Since revelations that Donald Trump’s presidential campaign received support from Russian hackers, there’s been a growing appreciation for the failure of social media companies to crack down on misinformation and fake news. Last week, we got a reminder, however, that foreign governments and partisan operatives spend a lot of time trying to vacuum up very real information.
In a hack that required not just insane technical expertise but the manipulation of obscure manufacturing supply chains, Chinese spies achieved the ultimate dystopian nightmare: planting tiny microchips smaller than a sharpened pencil tip inside server motherboards. The feat was reported in last week’s Bloomberg Businessweek cover story. The investigation shows that Apple Inc. and Amazon.com Inc., along with some two-dozen other companies, were exposed to the scheme by buying servers from Super Micro Computer Inc., which were implanted with the surveillance chips at subcontractors’ factories in China. All three companies disputed the story. Supermicro’s shares fell 41 percent Thursday.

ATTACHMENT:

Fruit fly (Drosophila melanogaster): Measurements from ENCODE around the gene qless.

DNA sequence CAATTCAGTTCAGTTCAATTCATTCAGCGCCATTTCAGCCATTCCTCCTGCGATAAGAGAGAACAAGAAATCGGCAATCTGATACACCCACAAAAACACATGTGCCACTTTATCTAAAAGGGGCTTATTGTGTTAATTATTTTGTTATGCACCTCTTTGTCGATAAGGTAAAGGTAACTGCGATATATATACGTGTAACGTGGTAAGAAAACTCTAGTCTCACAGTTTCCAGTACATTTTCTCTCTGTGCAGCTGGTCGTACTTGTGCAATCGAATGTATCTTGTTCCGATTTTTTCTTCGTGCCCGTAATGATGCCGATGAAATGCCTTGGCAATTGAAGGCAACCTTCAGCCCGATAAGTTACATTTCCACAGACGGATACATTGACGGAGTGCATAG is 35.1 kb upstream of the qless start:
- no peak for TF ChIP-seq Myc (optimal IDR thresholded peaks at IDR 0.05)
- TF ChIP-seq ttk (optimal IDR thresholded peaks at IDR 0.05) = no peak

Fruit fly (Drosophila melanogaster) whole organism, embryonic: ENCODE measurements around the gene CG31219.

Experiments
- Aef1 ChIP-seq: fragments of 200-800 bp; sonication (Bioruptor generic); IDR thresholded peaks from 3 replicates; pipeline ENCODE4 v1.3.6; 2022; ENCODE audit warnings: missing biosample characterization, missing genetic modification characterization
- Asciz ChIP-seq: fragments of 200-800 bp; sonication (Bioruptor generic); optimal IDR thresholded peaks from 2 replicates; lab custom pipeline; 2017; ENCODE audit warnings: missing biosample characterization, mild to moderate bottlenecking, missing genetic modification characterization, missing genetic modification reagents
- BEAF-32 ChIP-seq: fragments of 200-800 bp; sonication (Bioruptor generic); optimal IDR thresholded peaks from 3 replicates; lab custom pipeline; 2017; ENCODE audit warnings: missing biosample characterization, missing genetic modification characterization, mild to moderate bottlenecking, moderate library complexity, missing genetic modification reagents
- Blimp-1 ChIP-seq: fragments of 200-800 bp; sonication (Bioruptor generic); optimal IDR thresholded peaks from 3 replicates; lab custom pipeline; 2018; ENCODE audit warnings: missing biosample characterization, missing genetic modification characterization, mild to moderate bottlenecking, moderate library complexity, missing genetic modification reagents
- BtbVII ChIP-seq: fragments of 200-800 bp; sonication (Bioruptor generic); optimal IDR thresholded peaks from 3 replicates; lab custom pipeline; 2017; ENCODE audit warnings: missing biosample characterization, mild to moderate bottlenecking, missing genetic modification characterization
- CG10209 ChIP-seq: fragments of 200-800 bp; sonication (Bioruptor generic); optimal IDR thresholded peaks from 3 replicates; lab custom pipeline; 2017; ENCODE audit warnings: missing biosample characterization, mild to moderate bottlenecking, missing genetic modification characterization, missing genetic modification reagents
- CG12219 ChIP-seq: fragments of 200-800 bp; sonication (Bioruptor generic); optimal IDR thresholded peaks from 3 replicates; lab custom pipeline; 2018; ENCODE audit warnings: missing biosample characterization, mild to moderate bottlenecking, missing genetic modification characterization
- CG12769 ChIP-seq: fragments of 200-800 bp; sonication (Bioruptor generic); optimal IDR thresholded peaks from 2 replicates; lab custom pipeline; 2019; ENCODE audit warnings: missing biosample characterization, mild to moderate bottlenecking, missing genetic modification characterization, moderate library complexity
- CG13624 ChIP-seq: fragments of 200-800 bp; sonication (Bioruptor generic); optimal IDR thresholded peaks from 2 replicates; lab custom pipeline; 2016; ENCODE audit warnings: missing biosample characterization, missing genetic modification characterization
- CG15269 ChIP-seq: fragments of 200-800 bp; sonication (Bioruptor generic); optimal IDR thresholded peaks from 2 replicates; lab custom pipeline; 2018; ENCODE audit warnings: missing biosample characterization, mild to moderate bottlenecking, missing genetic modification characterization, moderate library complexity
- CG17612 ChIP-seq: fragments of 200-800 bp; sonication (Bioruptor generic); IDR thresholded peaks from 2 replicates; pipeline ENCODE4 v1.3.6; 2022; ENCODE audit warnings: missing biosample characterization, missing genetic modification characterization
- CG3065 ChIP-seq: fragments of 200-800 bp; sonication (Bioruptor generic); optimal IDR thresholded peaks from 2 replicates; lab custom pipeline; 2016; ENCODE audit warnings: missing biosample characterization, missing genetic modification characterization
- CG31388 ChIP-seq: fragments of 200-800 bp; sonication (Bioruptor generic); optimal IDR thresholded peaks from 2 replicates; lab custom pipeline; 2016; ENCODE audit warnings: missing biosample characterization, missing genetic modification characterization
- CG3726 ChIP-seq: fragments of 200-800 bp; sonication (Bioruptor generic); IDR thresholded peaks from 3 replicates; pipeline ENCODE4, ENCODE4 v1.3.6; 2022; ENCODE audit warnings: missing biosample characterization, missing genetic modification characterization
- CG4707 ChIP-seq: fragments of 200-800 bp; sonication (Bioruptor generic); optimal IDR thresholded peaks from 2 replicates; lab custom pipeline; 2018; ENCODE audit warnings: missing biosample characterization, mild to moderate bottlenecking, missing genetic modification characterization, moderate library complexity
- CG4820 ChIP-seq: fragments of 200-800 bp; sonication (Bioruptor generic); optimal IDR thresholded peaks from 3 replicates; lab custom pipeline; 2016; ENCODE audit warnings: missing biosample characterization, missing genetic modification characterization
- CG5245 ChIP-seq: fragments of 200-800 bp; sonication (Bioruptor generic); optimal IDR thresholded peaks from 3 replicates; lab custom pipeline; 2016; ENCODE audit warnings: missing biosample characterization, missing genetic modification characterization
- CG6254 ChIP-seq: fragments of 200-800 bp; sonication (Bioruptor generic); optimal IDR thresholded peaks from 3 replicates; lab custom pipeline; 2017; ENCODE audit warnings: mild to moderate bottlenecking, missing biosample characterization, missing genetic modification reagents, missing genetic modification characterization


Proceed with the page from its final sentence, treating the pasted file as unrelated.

The exposé was published the same day that the U.S. Justice Department indicted seven Russian officers for allegedly launching cyberattacks against groups investigating Russians, including anti-doping organizations and groups looking into the country’s chemical weapons use. The U.S. government contends that the hackers aimed to undermine investigators and embarrass athletes by falsely claiming they were using performance-enhancing drugs. The effort has clear echoes of the hack of the Democratic National Committee — obtain real emails but release them selectively in order to manipulate the media’s focus.
We live in a time when information is so valuable that hackers will go to extreme lengths to obtain it, but the truth is scarce — in part, because hackers use that information to create confusion and division.
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